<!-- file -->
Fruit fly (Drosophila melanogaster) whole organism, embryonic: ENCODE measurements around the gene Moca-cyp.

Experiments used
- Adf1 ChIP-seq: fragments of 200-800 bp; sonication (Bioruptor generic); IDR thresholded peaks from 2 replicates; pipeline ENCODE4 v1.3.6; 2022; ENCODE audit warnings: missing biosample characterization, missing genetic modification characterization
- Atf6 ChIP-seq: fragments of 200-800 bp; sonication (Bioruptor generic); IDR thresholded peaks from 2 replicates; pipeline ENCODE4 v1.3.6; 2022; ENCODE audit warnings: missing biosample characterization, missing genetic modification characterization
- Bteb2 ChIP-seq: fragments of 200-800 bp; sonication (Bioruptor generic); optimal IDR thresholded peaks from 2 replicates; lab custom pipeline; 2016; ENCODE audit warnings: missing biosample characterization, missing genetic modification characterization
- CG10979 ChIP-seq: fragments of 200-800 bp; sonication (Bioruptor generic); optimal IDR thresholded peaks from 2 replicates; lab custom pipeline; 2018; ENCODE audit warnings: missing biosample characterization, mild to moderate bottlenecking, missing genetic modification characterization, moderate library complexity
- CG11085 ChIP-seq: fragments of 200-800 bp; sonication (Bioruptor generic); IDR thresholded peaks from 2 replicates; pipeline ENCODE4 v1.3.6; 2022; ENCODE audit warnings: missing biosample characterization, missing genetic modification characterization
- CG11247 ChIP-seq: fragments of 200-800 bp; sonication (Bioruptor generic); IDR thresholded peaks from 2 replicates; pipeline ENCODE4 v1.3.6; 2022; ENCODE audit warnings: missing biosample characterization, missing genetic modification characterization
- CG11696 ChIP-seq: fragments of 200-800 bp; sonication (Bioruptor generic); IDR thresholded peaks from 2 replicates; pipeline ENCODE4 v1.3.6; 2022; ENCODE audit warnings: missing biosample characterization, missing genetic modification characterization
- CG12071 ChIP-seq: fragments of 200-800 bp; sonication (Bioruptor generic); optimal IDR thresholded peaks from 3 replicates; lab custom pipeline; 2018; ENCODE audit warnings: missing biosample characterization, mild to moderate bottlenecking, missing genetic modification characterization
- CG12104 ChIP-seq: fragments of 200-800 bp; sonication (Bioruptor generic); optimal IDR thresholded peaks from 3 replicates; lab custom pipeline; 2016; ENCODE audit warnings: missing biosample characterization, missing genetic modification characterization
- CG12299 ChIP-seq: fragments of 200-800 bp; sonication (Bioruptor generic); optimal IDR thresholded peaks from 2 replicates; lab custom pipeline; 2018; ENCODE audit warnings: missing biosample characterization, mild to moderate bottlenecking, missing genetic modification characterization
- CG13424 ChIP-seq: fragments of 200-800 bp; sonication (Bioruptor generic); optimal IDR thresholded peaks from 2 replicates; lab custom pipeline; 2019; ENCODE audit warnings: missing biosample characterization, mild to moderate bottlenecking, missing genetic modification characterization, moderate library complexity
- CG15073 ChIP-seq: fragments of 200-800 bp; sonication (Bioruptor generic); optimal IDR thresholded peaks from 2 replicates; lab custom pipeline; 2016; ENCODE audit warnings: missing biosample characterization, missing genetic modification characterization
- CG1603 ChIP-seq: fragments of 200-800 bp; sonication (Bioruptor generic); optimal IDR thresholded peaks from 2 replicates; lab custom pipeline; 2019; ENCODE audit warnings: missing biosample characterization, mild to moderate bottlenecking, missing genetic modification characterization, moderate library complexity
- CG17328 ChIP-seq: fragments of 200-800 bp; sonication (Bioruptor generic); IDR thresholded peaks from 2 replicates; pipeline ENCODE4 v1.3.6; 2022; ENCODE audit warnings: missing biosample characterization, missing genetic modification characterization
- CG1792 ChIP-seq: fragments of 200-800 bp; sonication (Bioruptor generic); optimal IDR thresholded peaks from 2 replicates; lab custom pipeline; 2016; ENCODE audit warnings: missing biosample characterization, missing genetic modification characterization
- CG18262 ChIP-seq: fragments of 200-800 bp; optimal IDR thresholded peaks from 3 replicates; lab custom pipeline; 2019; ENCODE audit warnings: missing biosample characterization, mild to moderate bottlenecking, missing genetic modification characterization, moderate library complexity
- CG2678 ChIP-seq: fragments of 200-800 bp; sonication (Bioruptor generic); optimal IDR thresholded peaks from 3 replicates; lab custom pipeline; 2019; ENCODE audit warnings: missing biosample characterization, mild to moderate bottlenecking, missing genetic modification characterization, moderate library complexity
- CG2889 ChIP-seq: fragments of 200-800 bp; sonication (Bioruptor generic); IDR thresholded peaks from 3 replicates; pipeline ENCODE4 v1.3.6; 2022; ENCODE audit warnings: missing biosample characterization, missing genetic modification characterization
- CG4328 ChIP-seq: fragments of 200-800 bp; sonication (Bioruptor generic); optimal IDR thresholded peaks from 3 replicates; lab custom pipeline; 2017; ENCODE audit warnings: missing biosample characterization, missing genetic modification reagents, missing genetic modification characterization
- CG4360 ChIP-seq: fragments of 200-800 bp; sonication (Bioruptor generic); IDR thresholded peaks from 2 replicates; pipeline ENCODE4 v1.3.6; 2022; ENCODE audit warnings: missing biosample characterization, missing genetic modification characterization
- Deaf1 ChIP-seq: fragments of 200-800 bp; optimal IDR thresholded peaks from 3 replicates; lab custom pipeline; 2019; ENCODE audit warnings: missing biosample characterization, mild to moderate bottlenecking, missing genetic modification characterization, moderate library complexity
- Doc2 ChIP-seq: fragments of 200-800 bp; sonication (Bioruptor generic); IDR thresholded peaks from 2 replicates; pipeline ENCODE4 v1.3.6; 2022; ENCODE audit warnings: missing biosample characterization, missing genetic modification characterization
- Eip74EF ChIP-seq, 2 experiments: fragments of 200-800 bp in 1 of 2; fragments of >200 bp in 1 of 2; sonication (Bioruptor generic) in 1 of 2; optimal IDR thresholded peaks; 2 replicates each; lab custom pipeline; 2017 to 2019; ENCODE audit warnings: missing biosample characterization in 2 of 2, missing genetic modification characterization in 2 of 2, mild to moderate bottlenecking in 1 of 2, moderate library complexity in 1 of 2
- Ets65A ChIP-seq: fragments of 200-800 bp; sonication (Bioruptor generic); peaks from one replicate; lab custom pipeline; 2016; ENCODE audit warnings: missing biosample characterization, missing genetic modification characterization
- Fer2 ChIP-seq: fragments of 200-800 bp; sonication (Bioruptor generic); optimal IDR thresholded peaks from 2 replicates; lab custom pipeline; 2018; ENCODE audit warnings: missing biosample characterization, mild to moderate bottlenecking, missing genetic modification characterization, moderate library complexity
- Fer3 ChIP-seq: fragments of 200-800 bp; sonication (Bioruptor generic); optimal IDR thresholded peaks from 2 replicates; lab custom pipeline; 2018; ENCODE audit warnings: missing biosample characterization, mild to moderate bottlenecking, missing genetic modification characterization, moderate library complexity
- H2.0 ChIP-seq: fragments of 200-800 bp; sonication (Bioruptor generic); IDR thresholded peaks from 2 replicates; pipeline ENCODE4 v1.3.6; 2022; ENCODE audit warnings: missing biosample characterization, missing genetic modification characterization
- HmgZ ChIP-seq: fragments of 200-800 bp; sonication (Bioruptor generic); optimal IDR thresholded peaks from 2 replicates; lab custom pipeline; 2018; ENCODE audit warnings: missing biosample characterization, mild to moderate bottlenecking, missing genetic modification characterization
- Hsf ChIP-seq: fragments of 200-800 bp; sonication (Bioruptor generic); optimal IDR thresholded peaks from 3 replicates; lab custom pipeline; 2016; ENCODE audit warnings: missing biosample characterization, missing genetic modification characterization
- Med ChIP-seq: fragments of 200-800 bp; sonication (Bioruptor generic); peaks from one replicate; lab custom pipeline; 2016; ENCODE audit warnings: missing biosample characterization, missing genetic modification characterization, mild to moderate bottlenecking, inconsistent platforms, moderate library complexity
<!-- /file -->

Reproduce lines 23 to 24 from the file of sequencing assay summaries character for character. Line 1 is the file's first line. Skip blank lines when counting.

- Deaf1 ChIP-seq: fragments of 200-800 bp; optimal IDR thresholded peaks from 3 replicates; lab custom pipeline; 2019; ENCODE audit warnings: missing biosample characterization, mild to moderate bottlenecking, missing genetic modification characterization, moderate library complexity
- Doc2 ChIP-seq: fragments of 200-800 bp; sonication (Bioruptor generic); IDR thresholded peaks from 2 replicates; pipeline ENCODE4 v1.3.6; 2022; ENCODE audit warnings: missing biosample characterization, missing genetic modification characterization